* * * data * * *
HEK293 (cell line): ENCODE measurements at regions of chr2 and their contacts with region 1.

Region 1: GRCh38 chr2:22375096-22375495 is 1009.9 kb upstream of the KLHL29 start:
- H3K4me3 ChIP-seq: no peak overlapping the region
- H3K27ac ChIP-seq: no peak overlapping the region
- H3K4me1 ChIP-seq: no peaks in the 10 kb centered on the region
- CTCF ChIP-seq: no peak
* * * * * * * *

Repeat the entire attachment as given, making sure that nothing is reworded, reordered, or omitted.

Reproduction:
HEK293 (cell line): ENCODE measurements at regions of chr2 and their contacts with region 1.

Region 1: GRCh38 chr2:22375096-22375495 is 1009.9 kb upstream of the KLHL29 start:
- H3K4me3 ChIP-seq: no peak overlapping the region
- H3K27ac ChIP-seq: no peak overlapping the region
- H3K4me1 ChIP-seq: no peaks in the 10 kb centered on the region
- CTCF ChIP-seq: no peak